Mention the business or person…
I am a regular customer of your camping store, Smith’s Outdoor Supplies, and plan to take my recently purchased backpack with me to Peru!
Why are you taking this trip?
My trip to Peru will mean I get to experience practising [X] in a developing country and get first-hand experience of a very different clinical setting to that at home. I will be there for [X] weeks and keeping a diary of my experiences, as well as publishing a research article and giving a presentation upon my return. The hospital I will be visiting in Peru is one of the busiest in the country and provides care to many of Peru’s poor. I am taking my trip with Work the World, a reputable company who have been conducting healthcare trips to developing countries for over a decade.
How much money do you need?
I need to raise $900 to cover the remainder of my trip; the other funds have been gained through my fundraising efforts: cake sales, a sponsored skydive and a silent auction. I hoped that you may be able to provide me with a donation towards the final goal of my trip. I have been generously given donations from $50 to $500 to go towards this life-changing trip, and would gratefully receive anything you are able to donate.
What do they get in return?
I would be delighted to share my experience with your staff on my return, by giving a presentation about the differences in care in Peru, as well as thank you in my article that is due to be published on the University medical blog. I would be happy to share some of my photographs from my trip, if you would like to include them in your in-store newsletter.
AND IF THEY SAY NO?
Realistically, you’ll have to make a few attempts before you find a suitable sponsor — it’s likely that the people you reach out to get requests like this frequently.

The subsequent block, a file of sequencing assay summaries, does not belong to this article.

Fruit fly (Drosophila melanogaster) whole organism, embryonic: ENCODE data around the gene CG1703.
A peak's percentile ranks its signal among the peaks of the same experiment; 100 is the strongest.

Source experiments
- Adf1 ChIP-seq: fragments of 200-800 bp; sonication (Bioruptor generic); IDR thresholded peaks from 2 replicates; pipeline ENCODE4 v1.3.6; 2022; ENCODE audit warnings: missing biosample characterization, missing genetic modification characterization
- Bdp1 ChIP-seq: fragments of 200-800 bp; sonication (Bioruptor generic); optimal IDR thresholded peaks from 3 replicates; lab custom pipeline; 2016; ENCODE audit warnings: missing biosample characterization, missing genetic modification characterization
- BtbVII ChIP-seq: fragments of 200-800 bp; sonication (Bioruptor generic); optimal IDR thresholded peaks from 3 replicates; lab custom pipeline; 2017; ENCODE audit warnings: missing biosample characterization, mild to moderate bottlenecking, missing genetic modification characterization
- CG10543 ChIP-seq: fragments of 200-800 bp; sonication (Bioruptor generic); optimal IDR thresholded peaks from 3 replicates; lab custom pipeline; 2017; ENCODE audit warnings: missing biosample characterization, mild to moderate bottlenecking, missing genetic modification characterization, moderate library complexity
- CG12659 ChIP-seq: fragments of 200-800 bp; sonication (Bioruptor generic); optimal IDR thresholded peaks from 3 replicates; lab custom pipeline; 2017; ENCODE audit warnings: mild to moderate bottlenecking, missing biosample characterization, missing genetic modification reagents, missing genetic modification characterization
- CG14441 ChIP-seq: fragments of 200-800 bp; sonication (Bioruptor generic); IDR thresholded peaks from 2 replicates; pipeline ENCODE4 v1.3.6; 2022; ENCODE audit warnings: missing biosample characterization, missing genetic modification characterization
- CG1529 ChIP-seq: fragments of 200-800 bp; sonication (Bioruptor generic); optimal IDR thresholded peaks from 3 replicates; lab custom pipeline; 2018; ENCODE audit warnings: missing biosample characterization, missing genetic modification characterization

They may even say no, but don’t take it personally. There could be a number of reasons they aren’t able to financially support you. However, all is not lost, as there could be another way to make the most of this new connection.
For example, you could ask if you could swing by their office with some cakes and do a collection, or invite staff to a quiz you’ve organised. There are plenty of ways to get people involved in the cause.
Cash isn’t always king
If you’ve budgeted for your trip properly, you’ll know fairly accurately how much money you’ll need for the essentials, such as flights and insurance.
Often, sponsors will want to know exactly where their money is being used, and so why not cut out the middleman and ask directly for some of the things you need? If you’re approaching a local travel agent for sponsorship, you could ask them to organize your flights for you with a discount. A local luggage store might be able to donate you a suitcase to take on your travels, or a mall sports retailer might offer you some gear, such as walking boots or waterproofs!
If you’re planning on donating supplies to the hospital you’re going to work in, we strongly advise waiting until you’re actually in-country so you can assess the hospital’s needs better.